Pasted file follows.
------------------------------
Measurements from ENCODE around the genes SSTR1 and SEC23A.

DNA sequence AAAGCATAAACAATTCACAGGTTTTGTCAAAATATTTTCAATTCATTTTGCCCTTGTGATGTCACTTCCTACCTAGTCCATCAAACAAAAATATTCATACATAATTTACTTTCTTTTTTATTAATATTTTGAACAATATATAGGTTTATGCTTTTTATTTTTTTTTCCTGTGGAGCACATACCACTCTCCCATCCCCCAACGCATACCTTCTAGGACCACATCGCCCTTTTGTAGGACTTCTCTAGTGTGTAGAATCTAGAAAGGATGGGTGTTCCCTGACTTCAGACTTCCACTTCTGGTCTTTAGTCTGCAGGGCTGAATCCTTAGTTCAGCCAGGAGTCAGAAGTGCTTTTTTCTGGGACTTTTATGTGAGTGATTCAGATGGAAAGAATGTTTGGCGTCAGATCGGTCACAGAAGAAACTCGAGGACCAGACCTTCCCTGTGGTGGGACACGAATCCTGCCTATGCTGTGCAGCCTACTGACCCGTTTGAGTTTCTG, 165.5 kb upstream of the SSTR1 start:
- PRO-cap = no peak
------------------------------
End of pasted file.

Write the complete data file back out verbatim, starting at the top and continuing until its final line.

Measurements from ENCODE around the genes SSTR1 and SEC23A.

DNA sequence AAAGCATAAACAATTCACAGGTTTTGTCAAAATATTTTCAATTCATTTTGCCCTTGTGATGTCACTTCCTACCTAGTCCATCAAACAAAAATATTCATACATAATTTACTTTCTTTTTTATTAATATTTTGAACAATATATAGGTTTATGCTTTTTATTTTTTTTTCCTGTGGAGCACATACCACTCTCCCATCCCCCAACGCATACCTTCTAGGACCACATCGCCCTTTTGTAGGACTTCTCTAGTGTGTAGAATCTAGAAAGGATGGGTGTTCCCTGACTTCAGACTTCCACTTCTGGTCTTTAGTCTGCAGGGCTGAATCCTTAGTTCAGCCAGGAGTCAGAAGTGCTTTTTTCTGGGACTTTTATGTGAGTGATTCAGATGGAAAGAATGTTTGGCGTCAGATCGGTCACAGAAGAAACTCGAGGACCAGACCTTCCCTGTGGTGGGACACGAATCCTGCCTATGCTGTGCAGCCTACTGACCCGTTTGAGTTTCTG, 165.5 kb upstream of the SSTR1 start:
- PRO-cap = no peak